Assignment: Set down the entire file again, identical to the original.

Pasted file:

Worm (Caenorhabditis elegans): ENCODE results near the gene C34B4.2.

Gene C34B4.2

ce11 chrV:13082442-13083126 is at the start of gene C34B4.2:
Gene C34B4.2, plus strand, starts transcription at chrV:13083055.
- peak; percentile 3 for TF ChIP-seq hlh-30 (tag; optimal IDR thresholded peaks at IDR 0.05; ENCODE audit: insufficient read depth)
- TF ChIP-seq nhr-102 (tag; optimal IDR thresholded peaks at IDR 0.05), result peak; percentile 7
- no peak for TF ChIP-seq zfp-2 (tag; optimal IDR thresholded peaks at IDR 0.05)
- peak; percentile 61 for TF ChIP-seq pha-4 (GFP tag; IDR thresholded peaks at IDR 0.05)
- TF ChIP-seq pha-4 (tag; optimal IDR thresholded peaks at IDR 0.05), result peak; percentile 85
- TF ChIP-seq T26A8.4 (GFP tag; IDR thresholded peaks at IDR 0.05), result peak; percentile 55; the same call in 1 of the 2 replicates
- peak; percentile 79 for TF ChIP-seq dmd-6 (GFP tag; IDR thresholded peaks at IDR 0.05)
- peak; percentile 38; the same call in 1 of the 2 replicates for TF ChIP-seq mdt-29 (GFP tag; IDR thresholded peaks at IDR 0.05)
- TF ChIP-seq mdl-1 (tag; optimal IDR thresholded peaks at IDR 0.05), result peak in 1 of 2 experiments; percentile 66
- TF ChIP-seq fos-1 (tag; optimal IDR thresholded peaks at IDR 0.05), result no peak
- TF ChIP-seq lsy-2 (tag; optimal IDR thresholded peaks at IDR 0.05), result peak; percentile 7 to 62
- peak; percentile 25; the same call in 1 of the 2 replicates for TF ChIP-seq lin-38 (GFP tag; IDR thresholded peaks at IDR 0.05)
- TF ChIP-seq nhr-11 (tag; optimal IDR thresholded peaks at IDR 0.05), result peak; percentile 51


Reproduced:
Worm (Caenorhabditis elegans): ENCODE results near the gene C34B4.2.

Gene C34B4.2

ce11 chrV:13082442-13083126 is at the start of gene C34B4.2:
Gene C34B4.2, plus strand, starts transcription at chrV:13083055.
- peak; percentile 3 for TF ChIP-seq hlh-30 (tag; optimal IDR thresholded peaks at IDR 0.05; ENCODE audit: insufficient read depth)
- TF ChIP-seq nhr-102 (tag; optimal IDR thresholded peaks at IDR 0.05), result peak; percentile 7
- no peak for TF ChIP-seq zfp-2 (tag; optimal IDR thresholded peaks at IDR 0.05)
- peak; percentile 61 for TF ChIP-seq pha-4 (GFP tag; IDR thresholded peaks at IDR 0.05)
- TF ChIP-seq pha-4 (tag; optimal IDR thresholded peaks at IDR 0.05), result peak; percentile 85
- TF ChIP-seq T26A8.4 (GFP tag; IDR thresholded peaks at IDR 0.05), result peak; percentile 55; the same call in 1 of the 2 replicates
- peak; percentile 79 for TF ChIP-seq dmd-6 (GFP tag; IDR thresholded peaks at IDR 0.05)
- peak; percentile 38; the same call in 1 of the 2 replicates for TF ChIP-seq mdt-29 (GFP tag; IDR thresholded peaks at IDR 0.05)
- TF ChIP-seq mdl-1 (tag; optimal IDR thresholded peaks at IDR 0.05), result peak in 1 of 2 experiments; percentile 66
- TF ChIP-seq fos-1 (tag; optimal IDR thresholded peaks at IDR 0.05), result no peak
- TF ChIP-seq lsy-2 (tag; optimal IDR thresholded peaks at IDR 0.05), result peak; percentile 7 to 62
- peak; percentile 25; the same call in 1 of the 2 replicates for TF ChIP-seq lin-38 (GFP tag; IDR thresholded peaks at IDR 0.05)
- TF ChIP-seq nhr-11 (tag; optimal IDR thresholded peaks at IDR 0.05), result peak; percentile 51